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In this section, we will learn about: Differentiating composite functions using the Chain Rule.

1.
3

DIFFERENTIATION RULES

DIFFERENTIATION RULES

2.
DIFFERENTIATION RULES

3.4

The Chain Rule

In this section, we will learn about:

Differentiating composite functions

using the Chain Rule.

3.4

The Chain Rule

In this section, we will learn about:

Differentiating composite functions

using the Chain Rule.

3.
CHAIN RULE

Suppose you are asked to differentiate

the function ()1Fxx=+

2

The differentiation formulas you learned

in the previous sections of this chapter

do not enable you to calculate F’(x).

Suppose you are asked to differentiate

the function ()1Fxx=+

2

The differentiation formulas you learned

in the previous sections of this chapter

do not enable you to calculate F’(x).

4.
CHAIN RULE

Observe that F is a composite function.

()yfuu==

In fact, if we let and

let u = g(x) = x2 + 1, then we can write

y = F(x) = f (g(x)).

That is, F = f ◦ g.

Observe that F is a composite function.

()yfuu==

In fact, if we let and

let u = g(x) = x2 + 1, then we can write

y = F(x) = f (g(x)).

That is, F = f ◦ g.

5.
CHAIN RULE

We know how to differentiate both f and g.

So, it would be useful to have a rule that

shows us how to find the derivative of F = f ◦ g

in terms of the derivatives of f and g.

We know how to differentiate both f and g.

So, it would be useful to have a rule that

shows us how to find the derivative of F = f ◦ g

in terms of the derivatives of f and g.

6.
CHAIN RULE

It turns out that the derivative of the composite

function f ◦ g is the product of the derivatives

of f and g.

This fact is one of the most important of the

differentiation rules. It is called the Chain Rule.

It turns out that the derivative of the composite

function f ◦ g is the product of the derivatives

of f and g.

This fact is one of the most important of the

differentiation rules. It is called the Chain Rule.

7.
CHAIN RULE

It seems plausible if we interpret

derivatives as rates of change.

du/dx as the rate of change of u with respect to x

dy/du as the rate of change of y with respect to u

dy/dx as the rate of change of y with respect to x

It seems plausible if we interpret

derivatives as rates of change.

du/dx as the rate of change of u with respect to x

dy/du as the rate of change of y with respect to u

dy/dx as the rate of change of y with respect to x

8.
CHAIN RULE

If u changes twice as fast as x and y changes

three times as fast as u, it seems reasonable

that y changes six times as fast as x.

dydydudxdudx=

So, we expect that:

If u changes twice as fast as x and y changes

three times as fast as u, it seems reasonable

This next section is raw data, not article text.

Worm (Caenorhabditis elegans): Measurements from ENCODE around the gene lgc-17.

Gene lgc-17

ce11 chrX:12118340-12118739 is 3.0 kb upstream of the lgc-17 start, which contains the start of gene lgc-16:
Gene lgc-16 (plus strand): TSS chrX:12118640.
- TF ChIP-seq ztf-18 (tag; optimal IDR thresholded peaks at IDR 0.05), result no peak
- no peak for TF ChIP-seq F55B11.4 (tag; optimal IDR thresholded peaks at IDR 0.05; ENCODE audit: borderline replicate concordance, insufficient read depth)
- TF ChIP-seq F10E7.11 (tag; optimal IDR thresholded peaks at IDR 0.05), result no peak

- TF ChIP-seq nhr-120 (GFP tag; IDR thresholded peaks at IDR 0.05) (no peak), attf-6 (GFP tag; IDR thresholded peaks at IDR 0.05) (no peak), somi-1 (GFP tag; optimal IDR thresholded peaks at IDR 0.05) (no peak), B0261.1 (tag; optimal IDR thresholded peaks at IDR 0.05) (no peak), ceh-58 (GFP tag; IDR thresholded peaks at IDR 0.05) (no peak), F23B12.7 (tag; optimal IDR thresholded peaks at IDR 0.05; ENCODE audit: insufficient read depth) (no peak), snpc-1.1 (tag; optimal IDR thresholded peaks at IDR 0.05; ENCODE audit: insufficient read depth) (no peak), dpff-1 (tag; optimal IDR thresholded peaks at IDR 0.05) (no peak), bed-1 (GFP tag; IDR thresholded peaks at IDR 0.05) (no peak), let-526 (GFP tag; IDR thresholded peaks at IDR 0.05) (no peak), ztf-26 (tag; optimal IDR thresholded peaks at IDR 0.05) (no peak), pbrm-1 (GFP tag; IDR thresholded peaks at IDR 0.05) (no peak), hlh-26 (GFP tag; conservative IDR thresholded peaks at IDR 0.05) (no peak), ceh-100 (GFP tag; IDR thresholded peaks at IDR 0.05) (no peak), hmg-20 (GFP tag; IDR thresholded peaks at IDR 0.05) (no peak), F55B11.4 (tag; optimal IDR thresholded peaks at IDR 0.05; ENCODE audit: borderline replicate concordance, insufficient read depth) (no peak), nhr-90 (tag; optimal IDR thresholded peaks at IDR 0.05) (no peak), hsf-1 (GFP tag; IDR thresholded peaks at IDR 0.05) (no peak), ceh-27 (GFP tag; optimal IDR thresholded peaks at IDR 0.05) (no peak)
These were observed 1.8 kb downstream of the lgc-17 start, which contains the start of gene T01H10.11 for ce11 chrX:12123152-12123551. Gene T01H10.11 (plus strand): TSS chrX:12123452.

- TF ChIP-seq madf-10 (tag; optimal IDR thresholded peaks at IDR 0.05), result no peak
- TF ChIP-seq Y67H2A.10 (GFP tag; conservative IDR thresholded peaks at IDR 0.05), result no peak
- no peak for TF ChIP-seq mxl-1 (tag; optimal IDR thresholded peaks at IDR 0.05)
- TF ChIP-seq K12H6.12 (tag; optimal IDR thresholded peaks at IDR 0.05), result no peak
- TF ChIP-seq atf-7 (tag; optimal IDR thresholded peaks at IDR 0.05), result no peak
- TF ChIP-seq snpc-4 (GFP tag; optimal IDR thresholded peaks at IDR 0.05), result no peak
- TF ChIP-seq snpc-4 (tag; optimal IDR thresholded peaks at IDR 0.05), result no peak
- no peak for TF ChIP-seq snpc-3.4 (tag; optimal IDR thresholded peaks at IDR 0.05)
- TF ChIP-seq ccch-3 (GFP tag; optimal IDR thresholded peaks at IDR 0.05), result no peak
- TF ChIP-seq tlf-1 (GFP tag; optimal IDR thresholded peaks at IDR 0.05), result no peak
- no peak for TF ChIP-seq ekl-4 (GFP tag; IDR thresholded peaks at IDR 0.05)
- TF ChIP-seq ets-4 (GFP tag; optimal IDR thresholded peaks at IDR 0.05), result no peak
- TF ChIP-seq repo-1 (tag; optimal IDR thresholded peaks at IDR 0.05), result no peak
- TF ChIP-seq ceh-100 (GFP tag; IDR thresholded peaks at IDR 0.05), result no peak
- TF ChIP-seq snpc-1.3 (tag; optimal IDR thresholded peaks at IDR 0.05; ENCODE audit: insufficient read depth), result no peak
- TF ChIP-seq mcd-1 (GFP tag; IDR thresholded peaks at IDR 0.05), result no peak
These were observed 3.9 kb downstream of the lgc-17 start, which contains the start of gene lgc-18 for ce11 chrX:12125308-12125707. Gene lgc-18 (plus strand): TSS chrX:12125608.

that y changes six times as fast as x.

dydydudxdudx=

So, we expect that:

9.
THE CHAIN RULE

If g is differentiable at x and f is differentiable

at g(x), the composite function F = f ◦ g

defined by F(x) = f(g(x)) is differentiable at x

and F’ is given by the product:

F’(x) = f’(g(x)) • g’(x)

In Leibniz notation, if y = f(u) and u = g(x)

dydydudxdudx=

are both differentiable functions, then:

If g is differentiable at x and f is differentiable

at g(x), the composite function F = f ◦ g

defined by F(x) = f(g(x)) is differentiable at x

and F’ is given by the product:

F’(x) = f’(g(x)) • g’(x)

In Leibniz notation, if y = f(u) and u = g(x)

dydydudxdudx=

are both differentiable functions, then:

10.
COMMENTS ON THE PROOF

Let ∆u be the change in corresponding to

a change of ∆x in x, that is,

∆u = g(x + ∆x) - g(x)

Then, the corresponding change in y is:

∆y = f(u + ∆u) - f(u)

Let ∆u be the change in corresponding to

a change of ∆x in x, that is,

∆u = g(x + ∆x) - g(x)

Then, the corresponding change in y is:

∆y = f(u + ∆u) - f(u)

11.
COMMENTS ON THE PROOF Equation 1

It is tempting to write:

000000limlimlimlimlimlimxxxxuxdyydxx

It is tempting to write:

000000limlimlimlimlimlimxxxxuxdyydxx

12.
COMMENTS ON THE PROOF

The only flaw in this reasoning is that,

in Equation 1, it might happen that ∆u = 0

(even when ∆x ≠ 0) and, of course, we

can’t divide by 0.

The only flaw in this reasoning is that,

in Equation 1, it might happen that ∆u = 0

(even when ∆x ≠ 0) and, of course, we

can’t divide by 0.

13.
COMMENTS ON THE PROOF

Nonetheless, this reasoning does at least

suggest that the Chain Rule is true.

A full proof of the Chain Rule is given

at the end of the section.

Nonetheless, this reasoning does at least

suggest that the Chain Rule is true.

A full proof of the Chain Rule is given

at the end of the section.

14.
CHAIN RULE Equations 2 and 3

The Chain Rule can be written either in

the prime notation

(f ◦ g)’(x) = f’(g(x)) • g’(x)

or, if y = f(u) and u = g(x), in Leibniz notation:

dydydudxdudx=

The Chain Rule can be written either in

the prime notation

(f ◦ g)’(x) = f’(g(x)) • g’(x)

or, if y = f(u) and u = g(x), in Leibniz notation:

dydydudxdudx=

15.
CHAIN RULE

Equation 3 is easy to remember because,

if dy/du and du/dx were quotients, then we

could cancel du.

However, remember:

du has not been defined

du/dx should not be thought of as an actual quotient

Equation 3 is easy to remember because,

if dy/du and du/dx were quotients, then we

could cancel du.

However, remember:

du has not been defined

du/dx should not be thought of as an actual quotient

16.
CHAIN RULE 2 ()1Fxx=+ E. g. 1—Solution 1

Find F’(x) if

One way of solving this is by using Equation 2.

At the beginning of this section, we()fuu=

expressed F

as F(x) = (f ◦ g))(x) = f(g(x)) where

and g(x) = x2 + 1.

Find F’(x) if

One way of solving this is by using Equation 2.

At the beginning of this section, we()fuu=

expressed F

as F(x) = (f ◦ g))(x) = f(g(x)) where

and g(x) = x2 + 1.

17.
1/2121'()and'()22fuugxxu−===

CHAIN RULE E. g. 1—Solution 1

Since

22 '()'(())'()12211Fxfgxgxxxxx=⋅=⋅+=+

we have

CHAIN RULE E. g. 1—Solution 1

Since

22 '()'(())'()12211Fxfgxgxxxxx=⋅=⋅+=+

we have

18.
CHAIN RULE E. g. 1—Solution 2

We can also solve by using Equation 3.